Conclusions: Participating hospitals benefitted from the SUSP programme structures (e.g. surveillance, hospital networks, formation of multidisciplinary teams) and adaptive tools (e.g. learning from defects, executive rounds guide) to change perceptions around patient safety and improve behaviours to prevent SSI. The combination of technical and adaptive elements represents a promising approach to facilitate the introduction of evidence-based best practices and to improve safety culture through local team engagement in resource-limited settings.
View Article and Find Full Text PDF

Download full-text PDF

Source
http://dx.doi.org/10.1186/s13756-019-0541-3DOI Listing
http://www.ncbi.nlm.nih.gov/pmc/articles/PMC6543622PMC
May 2020

A multimodal infection control and patient safety intervention to reduce surgical site infections in Africa: a multicentre, before-after, cohort study.

Lancet Infect Dis 2018 05 5;18(5):507-515. Epub 2018 Mar 5.

Johns Hopkins Armstrong Institute for Patient Safety and Quality, Johns Hopkins University School of Medicine, Baltimore, MD, USA.

Background: Surgical site infections (SSIs) are the most frequent health-care-associated infections in developing countries. Specific prevention measures are highly effective, but are often poorly implemented. We aimed to establish the effect of a multimodal intervention on SSIs in Africa.

Methods: We did a before-after cohort study, between July 1, 2013, and Dec 31, 2015, at five African hospitals. The multimodal intervention consisted of the implementation or strengthening of multiple SSI prevention measures, combined with an adaptive approach aimed at the improvement of teamwork and the safety climate. The primary outcome was the first occurrence of SSI, and the secondary outcome was death within 30 days post surgery. Data on adherence to SSI prevention measures were prospectively collected. The intervention effect on SSI risk and death within 30 days post surgery was assessed in a mixed-effects logistic regression model, after adjustment for key confounders.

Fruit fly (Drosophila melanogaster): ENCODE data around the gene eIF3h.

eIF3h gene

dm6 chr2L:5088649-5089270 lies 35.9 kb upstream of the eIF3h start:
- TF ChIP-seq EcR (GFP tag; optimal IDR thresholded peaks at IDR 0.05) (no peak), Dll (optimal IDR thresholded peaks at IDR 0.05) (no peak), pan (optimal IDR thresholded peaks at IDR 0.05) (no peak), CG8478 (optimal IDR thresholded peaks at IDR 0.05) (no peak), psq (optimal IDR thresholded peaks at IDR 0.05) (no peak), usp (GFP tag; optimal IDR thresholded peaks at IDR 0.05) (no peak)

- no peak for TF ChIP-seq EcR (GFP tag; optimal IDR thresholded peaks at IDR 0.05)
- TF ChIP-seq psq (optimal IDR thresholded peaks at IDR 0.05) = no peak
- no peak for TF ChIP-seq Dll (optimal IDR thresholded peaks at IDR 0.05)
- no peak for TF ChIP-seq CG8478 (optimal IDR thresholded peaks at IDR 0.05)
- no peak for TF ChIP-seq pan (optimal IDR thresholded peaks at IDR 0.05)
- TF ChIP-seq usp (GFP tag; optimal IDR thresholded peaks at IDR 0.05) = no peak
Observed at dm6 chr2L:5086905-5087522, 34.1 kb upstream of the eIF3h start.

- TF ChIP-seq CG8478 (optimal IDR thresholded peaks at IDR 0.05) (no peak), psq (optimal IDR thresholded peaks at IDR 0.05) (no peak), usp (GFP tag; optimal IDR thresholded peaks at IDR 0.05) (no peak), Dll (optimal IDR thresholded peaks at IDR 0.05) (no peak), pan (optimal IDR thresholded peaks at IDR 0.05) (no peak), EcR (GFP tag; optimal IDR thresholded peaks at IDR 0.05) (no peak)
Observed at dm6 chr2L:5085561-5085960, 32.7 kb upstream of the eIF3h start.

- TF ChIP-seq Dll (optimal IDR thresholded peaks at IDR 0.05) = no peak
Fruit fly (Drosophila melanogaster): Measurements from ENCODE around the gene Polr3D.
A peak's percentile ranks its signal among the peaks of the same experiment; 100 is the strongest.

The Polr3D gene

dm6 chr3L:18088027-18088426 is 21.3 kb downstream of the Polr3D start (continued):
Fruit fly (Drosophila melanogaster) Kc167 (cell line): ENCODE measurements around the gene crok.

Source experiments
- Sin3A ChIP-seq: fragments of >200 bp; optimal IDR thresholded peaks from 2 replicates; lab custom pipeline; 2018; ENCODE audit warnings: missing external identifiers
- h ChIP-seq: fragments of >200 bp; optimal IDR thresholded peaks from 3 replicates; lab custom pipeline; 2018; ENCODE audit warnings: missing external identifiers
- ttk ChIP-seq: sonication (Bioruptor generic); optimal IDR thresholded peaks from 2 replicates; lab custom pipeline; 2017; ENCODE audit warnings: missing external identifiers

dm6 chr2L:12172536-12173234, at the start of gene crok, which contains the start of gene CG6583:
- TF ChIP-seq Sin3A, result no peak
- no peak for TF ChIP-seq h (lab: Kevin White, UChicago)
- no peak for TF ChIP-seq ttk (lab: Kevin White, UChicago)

Findings: Four hospitals completed the baseline and follow-up; three provided suitable (ie, sufficient number and quality) data for the sustainability period. 4322 operations were followed up (1604 at baseline, 1827 at follow-up, and 891 in the sustainability period). SSI cumulative incidence significantly decreased post intervention, from 8·0% (95% CI 6·8-9·5; n=129) to 3·8% (3·0-4·8; n=70; p<0·0001), and this decrease persisted in the sustainability period (3·9%, 2·8-5·4; n=35). A substantial improvement in compliance with prevention measures was consistently observed in the follow-up and sustainability periods. The likelihood of SSI during follow-up was significantly lower than pre-intervention (odds ratio [OR] 0·40, 95% CI 0·29-0·54; p<0·0001), but the likelihood of death was not significantly reduced (0·72, 0·42-1·24; p=0·2360).

Interpretation: Implementation of our intervention is feasible in African hospitals. Improvement was observed across all perioperative prevention practices. A significant effect on the overall SSI risk was observed, but with some heterogeneity between sites. Further large-scale experimental studies are needed to confirm these results and to improve the sustainability and long-term effect of such complex programmes.

Funding: US Agency for Healthcare Research and Quality, WHO.
View Article and Find Full Text PDF

Download full-text PDF

Source